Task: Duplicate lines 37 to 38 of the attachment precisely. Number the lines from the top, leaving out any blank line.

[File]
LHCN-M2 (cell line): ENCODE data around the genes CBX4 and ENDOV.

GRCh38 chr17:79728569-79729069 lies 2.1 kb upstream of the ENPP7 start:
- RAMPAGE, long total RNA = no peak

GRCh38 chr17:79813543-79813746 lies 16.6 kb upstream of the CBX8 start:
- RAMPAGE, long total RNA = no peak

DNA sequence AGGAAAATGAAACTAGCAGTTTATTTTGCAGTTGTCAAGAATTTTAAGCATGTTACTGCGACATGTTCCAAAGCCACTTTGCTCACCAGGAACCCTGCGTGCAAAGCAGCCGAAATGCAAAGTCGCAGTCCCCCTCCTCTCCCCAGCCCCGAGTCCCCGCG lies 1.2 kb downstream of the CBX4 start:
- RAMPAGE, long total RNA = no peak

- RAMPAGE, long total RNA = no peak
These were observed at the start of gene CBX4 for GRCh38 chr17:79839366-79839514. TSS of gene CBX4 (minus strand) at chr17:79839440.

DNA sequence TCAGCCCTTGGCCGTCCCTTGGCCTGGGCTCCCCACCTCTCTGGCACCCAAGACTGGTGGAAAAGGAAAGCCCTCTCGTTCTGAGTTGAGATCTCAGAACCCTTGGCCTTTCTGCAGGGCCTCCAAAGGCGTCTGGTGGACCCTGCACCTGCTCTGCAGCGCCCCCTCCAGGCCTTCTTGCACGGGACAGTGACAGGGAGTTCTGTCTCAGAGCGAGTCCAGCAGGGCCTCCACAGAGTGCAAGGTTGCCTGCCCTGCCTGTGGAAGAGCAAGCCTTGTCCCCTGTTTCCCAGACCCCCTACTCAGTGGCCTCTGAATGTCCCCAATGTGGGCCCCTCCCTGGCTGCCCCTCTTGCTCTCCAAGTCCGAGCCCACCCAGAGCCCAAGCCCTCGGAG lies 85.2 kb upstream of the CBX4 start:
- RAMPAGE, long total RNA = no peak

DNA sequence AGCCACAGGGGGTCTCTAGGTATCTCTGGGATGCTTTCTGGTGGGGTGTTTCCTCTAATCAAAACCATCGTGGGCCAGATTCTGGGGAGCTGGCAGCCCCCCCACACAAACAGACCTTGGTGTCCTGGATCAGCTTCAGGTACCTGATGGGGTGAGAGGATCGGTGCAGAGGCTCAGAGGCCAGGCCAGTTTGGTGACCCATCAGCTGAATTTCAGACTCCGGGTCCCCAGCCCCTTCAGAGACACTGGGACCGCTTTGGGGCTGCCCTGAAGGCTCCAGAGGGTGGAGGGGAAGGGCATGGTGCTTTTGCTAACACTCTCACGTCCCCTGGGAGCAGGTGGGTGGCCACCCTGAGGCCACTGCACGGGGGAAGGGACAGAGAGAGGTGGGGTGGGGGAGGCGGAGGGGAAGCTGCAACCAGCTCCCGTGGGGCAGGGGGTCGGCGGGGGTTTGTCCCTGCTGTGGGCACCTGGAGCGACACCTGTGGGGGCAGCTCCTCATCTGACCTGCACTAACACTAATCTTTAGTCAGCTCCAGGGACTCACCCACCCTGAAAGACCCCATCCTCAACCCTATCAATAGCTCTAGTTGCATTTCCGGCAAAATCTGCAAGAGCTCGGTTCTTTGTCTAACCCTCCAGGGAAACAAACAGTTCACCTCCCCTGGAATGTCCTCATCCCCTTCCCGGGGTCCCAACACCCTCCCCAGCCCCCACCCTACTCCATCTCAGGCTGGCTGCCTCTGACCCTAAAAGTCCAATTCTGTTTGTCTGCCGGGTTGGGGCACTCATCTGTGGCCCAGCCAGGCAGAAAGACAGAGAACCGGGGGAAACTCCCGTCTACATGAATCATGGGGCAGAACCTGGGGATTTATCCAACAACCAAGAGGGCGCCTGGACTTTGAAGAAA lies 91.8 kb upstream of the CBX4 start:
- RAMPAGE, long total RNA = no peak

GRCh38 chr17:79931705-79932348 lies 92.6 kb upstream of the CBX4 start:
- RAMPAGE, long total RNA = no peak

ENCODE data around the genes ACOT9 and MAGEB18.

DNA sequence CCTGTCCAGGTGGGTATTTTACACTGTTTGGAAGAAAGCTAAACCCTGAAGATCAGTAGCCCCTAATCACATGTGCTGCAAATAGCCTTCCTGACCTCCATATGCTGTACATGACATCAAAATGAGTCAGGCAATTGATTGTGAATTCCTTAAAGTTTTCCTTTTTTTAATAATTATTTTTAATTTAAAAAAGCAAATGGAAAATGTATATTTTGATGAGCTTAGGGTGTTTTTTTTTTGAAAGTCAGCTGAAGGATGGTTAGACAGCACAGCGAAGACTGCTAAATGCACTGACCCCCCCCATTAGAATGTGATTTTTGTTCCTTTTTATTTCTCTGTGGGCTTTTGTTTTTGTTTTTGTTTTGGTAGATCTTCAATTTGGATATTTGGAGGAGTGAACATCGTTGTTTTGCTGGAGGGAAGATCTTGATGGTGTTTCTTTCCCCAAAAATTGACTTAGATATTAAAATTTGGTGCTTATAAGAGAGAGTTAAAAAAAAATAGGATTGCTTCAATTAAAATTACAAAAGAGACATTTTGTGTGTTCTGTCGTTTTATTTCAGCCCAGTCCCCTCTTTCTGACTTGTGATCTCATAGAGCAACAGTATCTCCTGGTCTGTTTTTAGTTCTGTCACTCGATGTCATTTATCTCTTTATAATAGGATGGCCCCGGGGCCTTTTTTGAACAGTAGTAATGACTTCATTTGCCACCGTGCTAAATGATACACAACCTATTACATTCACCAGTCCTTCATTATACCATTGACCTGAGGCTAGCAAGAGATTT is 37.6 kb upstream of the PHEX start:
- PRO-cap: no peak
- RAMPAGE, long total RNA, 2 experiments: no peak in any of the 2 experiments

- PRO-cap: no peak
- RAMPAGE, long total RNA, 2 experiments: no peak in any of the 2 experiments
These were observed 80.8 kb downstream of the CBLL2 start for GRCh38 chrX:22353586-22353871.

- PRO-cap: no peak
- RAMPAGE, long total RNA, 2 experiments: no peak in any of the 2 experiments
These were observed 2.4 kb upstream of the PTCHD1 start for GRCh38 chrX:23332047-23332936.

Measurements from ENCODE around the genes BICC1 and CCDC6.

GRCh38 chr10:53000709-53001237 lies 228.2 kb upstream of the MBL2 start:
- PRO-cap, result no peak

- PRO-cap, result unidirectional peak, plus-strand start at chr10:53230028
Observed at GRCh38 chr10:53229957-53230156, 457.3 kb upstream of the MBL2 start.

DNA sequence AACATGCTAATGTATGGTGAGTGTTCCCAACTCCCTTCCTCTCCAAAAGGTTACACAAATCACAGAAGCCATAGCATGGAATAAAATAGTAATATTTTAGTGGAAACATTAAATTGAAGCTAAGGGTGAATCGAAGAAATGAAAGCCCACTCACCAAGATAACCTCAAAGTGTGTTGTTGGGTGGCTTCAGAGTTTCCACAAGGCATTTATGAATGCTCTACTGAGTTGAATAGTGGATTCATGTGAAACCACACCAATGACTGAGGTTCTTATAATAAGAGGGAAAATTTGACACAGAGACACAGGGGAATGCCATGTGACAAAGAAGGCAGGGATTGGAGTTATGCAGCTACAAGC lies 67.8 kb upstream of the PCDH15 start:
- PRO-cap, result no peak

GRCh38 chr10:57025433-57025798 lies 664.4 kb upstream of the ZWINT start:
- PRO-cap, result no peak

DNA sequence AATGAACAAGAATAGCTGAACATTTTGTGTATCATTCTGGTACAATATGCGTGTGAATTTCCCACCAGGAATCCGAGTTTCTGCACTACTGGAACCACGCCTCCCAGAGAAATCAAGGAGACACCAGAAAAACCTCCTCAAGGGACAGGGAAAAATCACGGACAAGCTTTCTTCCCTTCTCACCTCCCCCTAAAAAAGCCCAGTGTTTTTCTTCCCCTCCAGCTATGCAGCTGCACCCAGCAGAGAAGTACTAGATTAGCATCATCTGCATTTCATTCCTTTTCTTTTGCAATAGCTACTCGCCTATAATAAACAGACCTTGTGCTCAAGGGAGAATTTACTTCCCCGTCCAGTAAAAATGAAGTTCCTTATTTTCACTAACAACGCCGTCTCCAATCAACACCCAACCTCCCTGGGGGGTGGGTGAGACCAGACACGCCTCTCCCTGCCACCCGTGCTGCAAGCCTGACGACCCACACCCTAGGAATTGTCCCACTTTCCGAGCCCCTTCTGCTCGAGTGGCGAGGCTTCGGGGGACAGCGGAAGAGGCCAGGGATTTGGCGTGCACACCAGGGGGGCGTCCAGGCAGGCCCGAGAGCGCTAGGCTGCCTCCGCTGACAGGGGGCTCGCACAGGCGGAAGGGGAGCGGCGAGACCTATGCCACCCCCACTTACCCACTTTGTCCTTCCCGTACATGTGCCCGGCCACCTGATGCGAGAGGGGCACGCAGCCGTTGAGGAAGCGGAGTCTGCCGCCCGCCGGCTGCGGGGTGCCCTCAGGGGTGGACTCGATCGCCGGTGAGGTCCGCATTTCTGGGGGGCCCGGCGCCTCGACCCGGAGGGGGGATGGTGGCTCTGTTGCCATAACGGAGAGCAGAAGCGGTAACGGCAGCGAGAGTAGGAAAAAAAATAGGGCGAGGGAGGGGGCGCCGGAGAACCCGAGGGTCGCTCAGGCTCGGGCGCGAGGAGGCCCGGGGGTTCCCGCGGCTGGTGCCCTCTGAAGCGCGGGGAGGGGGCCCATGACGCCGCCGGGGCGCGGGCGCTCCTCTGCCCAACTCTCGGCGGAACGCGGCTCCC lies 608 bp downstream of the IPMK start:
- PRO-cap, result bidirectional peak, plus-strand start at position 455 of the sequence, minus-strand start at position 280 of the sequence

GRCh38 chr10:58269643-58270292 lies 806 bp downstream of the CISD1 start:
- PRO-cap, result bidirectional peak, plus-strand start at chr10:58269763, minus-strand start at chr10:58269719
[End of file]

GRCh38 chr10:58269643-58270292 lies 806 bp downstream of the CISD1 start:
- PRO-cap, result bidirectional peak, plus-strand start at chr10:58269763, minus-strand start at chr10:58269719